Wednesday, August 8, 2007

Latvian Economy Slowing

From Bloomberg this morning:

Latvian Economy Probably Grew at Slowest Pace in Two Years

By Milda Seputyte

Aug. 9 (Bloomberg) -- Latvia's economy probably grew at the slowest pace in more than two years last quarter as consumers spent less and banks tightened lending, a survey of economists shows.

Growth slowed to an annual 10 percent in the quarter from 11.2 percent in the previous three months, according to the median forecast of five economists surveyed by Bloomberg. The statistics office will publish the report at 1 p.m. today.

The European Union's fastest-growing economy is slowing as government measures to curb demand and slow inflation work into the economy. The rate of expansion, more than three times that of the euro region, prompted Standard & Poor's to cut the country's credit rating, citing an increased risk of a ``hard landing.''

``We see domestic demand cooling, which is exactly what we need,'' said Lija Strasuna, an economist with Hansabanka in Riga. ``The domestic demand sectors are slowing very gradually, no rapid drop. Even though the anti-inflation plan hasn't done much on inflation, it surely has affected domestic demand.''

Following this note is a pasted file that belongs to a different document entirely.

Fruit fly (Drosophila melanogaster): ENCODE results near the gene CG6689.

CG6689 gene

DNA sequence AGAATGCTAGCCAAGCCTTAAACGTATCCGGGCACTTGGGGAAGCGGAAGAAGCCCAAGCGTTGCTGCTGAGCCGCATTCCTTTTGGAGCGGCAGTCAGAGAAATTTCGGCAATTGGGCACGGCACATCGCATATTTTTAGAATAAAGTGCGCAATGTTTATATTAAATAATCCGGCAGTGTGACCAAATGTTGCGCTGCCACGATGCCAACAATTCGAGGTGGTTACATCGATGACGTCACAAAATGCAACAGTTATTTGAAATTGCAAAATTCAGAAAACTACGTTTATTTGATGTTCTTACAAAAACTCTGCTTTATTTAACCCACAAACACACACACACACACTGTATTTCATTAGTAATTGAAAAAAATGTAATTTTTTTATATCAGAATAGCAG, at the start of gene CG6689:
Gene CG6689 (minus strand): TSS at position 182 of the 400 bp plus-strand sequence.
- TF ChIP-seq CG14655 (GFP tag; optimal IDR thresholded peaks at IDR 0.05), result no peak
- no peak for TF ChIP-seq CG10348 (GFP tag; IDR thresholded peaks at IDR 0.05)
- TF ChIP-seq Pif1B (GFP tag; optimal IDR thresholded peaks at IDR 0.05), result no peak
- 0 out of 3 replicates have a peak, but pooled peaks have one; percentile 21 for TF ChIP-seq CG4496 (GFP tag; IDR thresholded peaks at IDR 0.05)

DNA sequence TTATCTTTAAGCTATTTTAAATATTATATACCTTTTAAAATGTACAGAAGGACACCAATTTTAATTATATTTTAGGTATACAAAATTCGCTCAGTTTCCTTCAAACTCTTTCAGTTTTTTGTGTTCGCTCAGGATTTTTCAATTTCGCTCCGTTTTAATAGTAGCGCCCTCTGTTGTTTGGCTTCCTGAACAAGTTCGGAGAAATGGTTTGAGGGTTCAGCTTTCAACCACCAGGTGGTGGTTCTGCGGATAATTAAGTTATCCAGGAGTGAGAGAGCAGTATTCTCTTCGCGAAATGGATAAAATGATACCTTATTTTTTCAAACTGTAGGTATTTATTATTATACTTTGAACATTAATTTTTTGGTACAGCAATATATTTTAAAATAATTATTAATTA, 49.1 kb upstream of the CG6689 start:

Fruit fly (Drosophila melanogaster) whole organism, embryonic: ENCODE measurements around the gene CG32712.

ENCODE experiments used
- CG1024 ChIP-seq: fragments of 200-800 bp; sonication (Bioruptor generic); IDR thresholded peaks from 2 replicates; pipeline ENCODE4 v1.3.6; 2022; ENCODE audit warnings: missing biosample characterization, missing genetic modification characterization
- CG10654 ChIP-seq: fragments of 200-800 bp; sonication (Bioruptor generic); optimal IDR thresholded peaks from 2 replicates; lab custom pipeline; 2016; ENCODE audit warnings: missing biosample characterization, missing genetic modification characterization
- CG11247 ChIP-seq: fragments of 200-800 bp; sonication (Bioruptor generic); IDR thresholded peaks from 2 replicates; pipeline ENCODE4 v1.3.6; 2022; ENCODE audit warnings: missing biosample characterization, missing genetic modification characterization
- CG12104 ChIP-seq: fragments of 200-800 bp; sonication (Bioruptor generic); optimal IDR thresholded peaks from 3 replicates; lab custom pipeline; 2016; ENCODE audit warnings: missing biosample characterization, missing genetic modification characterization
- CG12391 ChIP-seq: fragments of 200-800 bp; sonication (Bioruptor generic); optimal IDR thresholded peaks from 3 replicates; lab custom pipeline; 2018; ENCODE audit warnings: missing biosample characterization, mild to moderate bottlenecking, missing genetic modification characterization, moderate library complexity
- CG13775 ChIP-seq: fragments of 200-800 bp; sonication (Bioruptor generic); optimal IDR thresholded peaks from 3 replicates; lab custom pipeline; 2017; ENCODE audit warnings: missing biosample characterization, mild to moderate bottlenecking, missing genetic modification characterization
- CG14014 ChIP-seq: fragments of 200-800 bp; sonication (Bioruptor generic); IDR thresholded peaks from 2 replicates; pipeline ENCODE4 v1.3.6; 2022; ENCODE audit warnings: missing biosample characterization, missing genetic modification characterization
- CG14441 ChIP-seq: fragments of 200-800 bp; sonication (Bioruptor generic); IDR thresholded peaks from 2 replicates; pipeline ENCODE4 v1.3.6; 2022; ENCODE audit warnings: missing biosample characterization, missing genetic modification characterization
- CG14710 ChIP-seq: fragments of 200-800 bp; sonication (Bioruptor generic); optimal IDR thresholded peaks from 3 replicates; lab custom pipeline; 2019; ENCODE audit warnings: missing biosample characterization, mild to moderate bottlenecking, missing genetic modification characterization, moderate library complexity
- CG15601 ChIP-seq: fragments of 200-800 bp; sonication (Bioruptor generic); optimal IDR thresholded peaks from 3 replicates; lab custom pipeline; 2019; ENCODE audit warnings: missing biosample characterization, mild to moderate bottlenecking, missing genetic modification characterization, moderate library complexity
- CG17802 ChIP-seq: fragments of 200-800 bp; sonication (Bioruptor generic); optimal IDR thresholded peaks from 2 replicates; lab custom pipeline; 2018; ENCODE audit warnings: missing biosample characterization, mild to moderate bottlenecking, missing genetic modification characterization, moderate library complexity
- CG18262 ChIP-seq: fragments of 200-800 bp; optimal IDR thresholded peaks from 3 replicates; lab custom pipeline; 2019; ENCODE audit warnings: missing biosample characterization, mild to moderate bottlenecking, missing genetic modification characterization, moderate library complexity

The main drivers of domestic demand, retail sales, credit growth and real-estate transactions, are slowing, Strasuna said. Banks have become ``more conservative'' in lending, she said.

In a bid to slow the highest inflation rate in the EU, which rose to 9.5 percent in July, the government cut fiscal spending, introduced a real-estate tax, and added lending restrictions in March.

Retail sales growth slowed to an annual 24 percent through the three months from April to June from 30.5 percent in January.

Real estate company Latio said average prices for apartments in Soviet-era buildings in Riga have fallen for the last three months by 7.6 percent to an average of $2,172 a square meter.

London-based real estate broker Knight Frank LLC, said in May that apartment prices in Riga grew an annual 61 percent in the first quarter, the quickest rate in the 31 countries and cities it surveyed. Riga also ranked first in price growth according to the 2006 survey, when prices rose an annual 44.8 percent.

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